• We describe a stochastic inversion method for mapping subsurface regions where CO{sub 2} saturation is changing. The technique combines prior information with measurements of injected CO{sub 2} volume, reservoir deformation and electrical resistivity. Bayesian inference and a Metropolis simulation algorithm form the basis for this approach. The method can (a) jointly reconstruct disparate data types such as surface or subsurface tilt, electrical resistivity, and injected CO{sub 2} volume measurements, (b) provide quantitative measures of the result uncertainty, (c) identify competing models when the available data are insufficient to definitively identify a single optimal model and (d) rank the alternative modelsmore » based on how well they fit available data. We use measurements collected during CO{sub 2} injection for enhanced oil recovery to illustrate the method's performance. The stochastic inversions provide estimates of the most probable location, shape, volume of the plume and most likely CO{sub 2} saturation. The results suggest that the method can reconstruct data with poor signal to noise ratio.« less
  • The purpose of this project is to develop a computer code for joint inversion of seismic and electrical data, to improve underground imaging for site characterization and remediation monitoring. The computer code developed in this project will invert geophysical data to obtain direct estimates of porosity and saturation underground, rather than inverting for seismic velocity and electrical resistivity or other geophysical properties. This is intended to be a significant improvement in the state-of-the-art of underground imaging, since interpretation of data collected at a contaminated site would become much less subjective. Potential users include DOE scientists and engineers responsible for characterizingmore » contaminated sites and monitoring remediation of contaminated sites. In this three-year project, we use a multi-phase approach consisting of theoretical and numerical code development, laboratory investigations, testing on available laboratory and borehole geophysics data sets, and a controlled field experiment, to develop practical tools for joint electrical and seismic data interpretation.« less
  • The authors demonstrate the reconstruction of a 3D, time-varying bolus of radiotracer from first-pass data obtained at the dynamic SPECT imager, FASTSPECT, built by the University of Arizona. The object imaged is a CardioWest Total Artificial Heart. The bolus is entirely contained in one ventricle and its associated inlet and outlet tracts. The model for the radiotracer distribution is a time-varying closed surface parameterized by 162 vertices that are connected to make 960 triangles, with uniform intensity of radiotracer inside. The total curvature of the surface is minimized through the use of a weighted prior in the Bayesian framework. MAPmore » estimates for the vertices, interior intensity and background scatter are produced for diastolic and systolic frames, the only two frames analyzed.« less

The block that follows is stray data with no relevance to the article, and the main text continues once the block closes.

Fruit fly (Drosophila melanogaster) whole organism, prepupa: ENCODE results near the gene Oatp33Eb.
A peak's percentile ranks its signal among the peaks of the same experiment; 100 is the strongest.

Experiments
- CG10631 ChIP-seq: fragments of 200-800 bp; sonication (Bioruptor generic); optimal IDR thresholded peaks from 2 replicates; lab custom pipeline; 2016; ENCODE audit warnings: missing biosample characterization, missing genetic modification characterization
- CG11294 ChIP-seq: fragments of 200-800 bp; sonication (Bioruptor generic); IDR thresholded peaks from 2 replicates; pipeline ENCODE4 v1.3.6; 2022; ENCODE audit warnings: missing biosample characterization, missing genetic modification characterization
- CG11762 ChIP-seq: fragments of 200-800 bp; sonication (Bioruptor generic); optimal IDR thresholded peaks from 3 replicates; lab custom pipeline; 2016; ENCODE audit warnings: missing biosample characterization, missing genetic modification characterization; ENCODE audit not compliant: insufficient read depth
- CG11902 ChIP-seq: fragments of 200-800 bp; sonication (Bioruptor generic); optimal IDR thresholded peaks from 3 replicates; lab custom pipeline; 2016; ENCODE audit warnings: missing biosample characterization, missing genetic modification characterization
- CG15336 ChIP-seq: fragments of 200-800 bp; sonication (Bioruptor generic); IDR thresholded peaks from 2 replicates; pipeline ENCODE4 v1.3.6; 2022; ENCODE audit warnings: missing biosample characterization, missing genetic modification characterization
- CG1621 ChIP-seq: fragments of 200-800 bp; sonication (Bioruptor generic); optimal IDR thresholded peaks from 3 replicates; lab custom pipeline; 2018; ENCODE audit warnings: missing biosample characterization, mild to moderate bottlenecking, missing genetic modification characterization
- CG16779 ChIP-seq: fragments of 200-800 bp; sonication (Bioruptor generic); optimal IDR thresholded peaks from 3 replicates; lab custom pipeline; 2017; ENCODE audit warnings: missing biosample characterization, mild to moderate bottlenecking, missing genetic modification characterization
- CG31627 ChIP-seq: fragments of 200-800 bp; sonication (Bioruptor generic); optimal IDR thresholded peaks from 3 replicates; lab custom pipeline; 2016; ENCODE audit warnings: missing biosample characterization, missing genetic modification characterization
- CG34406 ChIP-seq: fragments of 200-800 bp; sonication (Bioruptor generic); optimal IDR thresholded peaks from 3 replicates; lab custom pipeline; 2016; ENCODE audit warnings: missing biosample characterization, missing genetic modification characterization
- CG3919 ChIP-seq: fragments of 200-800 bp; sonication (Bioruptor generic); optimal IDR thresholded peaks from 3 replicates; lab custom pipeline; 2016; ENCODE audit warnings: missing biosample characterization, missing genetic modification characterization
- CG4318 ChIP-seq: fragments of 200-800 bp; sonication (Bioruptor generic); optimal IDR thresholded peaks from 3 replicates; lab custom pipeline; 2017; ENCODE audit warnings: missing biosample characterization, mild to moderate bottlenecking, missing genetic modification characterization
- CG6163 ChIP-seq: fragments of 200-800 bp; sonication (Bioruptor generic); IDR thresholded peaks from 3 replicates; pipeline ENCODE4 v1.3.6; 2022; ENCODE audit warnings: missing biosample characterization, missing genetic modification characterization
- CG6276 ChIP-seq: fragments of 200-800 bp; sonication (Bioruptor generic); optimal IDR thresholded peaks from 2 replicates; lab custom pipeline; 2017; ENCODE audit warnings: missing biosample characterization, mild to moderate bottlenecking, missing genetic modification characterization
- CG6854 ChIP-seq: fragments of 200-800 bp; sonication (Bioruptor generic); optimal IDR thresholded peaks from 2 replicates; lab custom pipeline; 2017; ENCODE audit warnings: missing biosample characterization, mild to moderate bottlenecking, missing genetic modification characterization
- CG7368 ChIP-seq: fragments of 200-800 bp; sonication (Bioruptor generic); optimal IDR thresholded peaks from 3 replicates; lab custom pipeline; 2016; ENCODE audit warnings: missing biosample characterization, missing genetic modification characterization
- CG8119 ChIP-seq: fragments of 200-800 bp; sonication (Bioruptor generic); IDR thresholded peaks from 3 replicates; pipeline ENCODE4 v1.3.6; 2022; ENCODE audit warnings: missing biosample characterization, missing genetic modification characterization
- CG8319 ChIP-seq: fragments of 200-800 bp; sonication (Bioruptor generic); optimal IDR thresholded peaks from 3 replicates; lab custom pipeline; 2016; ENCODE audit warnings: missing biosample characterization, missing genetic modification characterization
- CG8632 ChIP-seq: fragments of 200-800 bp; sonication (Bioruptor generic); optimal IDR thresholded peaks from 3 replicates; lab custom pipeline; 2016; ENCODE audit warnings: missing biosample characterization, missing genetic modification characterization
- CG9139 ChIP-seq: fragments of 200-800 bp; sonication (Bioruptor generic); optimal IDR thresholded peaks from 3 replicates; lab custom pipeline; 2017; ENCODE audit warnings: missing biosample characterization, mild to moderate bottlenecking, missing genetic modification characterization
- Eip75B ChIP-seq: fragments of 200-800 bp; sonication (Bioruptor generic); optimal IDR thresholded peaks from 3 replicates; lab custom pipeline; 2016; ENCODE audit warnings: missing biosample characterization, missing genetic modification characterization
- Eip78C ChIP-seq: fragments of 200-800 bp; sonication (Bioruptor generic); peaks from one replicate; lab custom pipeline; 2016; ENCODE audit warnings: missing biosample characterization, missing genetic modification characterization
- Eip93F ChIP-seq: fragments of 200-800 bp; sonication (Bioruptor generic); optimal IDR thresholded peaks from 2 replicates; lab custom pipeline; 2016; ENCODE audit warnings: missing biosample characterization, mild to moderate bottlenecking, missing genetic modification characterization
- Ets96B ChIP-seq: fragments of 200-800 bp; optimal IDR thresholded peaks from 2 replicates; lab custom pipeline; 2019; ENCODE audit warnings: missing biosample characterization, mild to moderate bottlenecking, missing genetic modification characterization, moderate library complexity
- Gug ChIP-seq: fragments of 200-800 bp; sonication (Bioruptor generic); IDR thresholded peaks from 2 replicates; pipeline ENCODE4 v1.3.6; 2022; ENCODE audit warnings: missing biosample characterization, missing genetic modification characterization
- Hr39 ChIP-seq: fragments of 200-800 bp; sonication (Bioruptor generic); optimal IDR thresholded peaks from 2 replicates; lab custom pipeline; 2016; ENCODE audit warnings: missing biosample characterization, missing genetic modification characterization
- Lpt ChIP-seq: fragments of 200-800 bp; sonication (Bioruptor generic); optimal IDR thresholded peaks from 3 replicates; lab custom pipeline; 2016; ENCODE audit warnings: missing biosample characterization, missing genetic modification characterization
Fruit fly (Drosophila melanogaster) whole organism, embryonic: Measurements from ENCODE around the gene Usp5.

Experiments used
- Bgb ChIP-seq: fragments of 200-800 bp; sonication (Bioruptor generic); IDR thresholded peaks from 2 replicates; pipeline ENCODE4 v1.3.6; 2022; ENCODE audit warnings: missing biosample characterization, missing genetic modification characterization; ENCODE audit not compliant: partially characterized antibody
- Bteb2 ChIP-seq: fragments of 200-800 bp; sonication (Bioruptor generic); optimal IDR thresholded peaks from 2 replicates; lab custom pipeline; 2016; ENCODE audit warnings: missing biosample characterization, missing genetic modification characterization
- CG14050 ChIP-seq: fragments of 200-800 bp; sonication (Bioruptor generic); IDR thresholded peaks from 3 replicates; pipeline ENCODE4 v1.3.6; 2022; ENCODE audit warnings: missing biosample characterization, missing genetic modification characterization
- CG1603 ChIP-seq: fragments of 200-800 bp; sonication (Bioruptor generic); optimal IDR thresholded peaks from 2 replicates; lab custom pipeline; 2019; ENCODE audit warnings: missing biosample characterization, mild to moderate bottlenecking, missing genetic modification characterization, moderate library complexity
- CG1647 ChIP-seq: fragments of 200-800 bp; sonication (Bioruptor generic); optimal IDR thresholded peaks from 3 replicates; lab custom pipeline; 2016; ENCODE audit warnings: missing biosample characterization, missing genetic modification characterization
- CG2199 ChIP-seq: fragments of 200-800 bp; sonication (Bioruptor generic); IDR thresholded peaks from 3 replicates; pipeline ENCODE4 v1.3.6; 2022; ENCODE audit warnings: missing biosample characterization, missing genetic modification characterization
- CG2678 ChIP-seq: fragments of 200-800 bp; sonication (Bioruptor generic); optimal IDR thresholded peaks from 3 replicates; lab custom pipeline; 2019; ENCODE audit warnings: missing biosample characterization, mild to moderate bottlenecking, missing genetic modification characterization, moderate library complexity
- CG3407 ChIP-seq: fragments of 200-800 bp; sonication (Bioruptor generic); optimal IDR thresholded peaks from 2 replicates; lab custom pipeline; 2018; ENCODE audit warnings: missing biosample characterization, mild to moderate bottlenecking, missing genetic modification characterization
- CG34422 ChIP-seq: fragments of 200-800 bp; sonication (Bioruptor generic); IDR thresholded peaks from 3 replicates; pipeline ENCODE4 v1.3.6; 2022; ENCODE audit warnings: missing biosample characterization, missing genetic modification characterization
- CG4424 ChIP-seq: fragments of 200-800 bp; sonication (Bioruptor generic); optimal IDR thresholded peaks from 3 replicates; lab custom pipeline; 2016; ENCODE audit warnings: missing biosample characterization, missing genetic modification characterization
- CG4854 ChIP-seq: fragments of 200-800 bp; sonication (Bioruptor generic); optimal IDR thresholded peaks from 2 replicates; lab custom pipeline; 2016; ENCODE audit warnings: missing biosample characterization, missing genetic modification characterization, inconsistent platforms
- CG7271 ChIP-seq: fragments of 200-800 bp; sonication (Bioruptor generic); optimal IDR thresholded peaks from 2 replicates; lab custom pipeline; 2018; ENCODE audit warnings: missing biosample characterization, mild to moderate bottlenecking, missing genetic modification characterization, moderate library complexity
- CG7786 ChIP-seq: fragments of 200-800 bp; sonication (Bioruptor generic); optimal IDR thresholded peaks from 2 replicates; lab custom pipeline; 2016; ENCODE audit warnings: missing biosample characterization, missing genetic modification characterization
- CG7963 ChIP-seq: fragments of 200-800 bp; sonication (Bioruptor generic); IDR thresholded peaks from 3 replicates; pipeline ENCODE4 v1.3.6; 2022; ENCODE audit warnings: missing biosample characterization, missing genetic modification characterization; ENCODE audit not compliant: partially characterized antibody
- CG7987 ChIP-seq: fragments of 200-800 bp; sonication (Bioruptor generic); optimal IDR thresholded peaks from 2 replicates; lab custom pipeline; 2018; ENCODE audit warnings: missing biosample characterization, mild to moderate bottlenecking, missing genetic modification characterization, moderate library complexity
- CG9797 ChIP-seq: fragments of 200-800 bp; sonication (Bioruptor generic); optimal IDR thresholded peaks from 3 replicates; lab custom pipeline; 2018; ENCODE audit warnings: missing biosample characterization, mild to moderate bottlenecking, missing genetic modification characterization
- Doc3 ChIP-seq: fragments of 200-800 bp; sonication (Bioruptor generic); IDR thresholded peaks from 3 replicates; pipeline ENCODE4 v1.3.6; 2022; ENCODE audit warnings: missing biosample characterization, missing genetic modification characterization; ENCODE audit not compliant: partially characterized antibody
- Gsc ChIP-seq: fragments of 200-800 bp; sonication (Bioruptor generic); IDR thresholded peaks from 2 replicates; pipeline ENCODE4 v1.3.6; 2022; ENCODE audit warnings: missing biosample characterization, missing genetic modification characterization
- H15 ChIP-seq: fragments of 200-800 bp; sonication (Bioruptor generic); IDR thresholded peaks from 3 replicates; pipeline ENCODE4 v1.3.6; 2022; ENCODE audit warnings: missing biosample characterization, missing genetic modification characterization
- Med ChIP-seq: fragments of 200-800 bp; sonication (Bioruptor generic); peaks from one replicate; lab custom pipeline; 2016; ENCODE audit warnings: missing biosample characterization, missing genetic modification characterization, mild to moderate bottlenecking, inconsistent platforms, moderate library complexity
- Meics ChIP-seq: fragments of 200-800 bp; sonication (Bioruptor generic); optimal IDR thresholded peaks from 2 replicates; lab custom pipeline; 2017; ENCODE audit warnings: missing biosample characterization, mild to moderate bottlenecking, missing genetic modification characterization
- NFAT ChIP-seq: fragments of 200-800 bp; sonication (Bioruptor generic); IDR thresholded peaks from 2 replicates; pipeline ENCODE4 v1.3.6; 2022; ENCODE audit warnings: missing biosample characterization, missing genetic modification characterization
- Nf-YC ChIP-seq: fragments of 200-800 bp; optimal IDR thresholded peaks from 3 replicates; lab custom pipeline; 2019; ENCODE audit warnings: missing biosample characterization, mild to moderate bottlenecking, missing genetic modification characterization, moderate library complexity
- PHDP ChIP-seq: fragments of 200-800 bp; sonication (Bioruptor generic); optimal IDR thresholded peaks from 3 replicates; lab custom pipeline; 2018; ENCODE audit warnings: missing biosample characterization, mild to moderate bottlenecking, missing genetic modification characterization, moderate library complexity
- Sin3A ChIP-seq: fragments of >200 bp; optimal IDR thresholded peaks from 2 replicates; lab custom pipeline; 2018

• The Bayes Inference Engine (BIE) has been used to perform a 4D reconstruction of a first-pass radiotracer bolus distribution inside a CardioWest Total Artificial Heart, imaged with the University of Arizona's FastSPECT system. The BIE estimates parameter values that define the 3D model of the radiotracer distribution at each of 41 times spanning about two seconds. The 3D models have two components: a closed surface, composed of hi-quadratic Bezier triangular surface patches, that defines the interface between the part of the blood pool that contains radiotracer and the part that contains no radiotracer, and smooth voxel-to-voxel variations in intensity withinmore » the closed surface. Ideally, the surface estimates the ventricular wall location where the bolus is infused throughout the part of the blood pool contained by the right ventricle. The voxel-to-voxel variations are needed to model an inhomogeneously-mixed bolus. Maximum a posterior (MAP) estimates of the Bezier control points and voxel values are obtained for each time frame. We show new reconstructions using the Bezier surface models, and discuss estimates of ventricular volume as a function of time, ejection fraction, and wall motion. The computation time for our reconstruction process, which directly estimates complex 3D model parameters from the raw data, is performed in a time that is competitive with more traditional voxel-based methods (ML-EM, e.g.).« less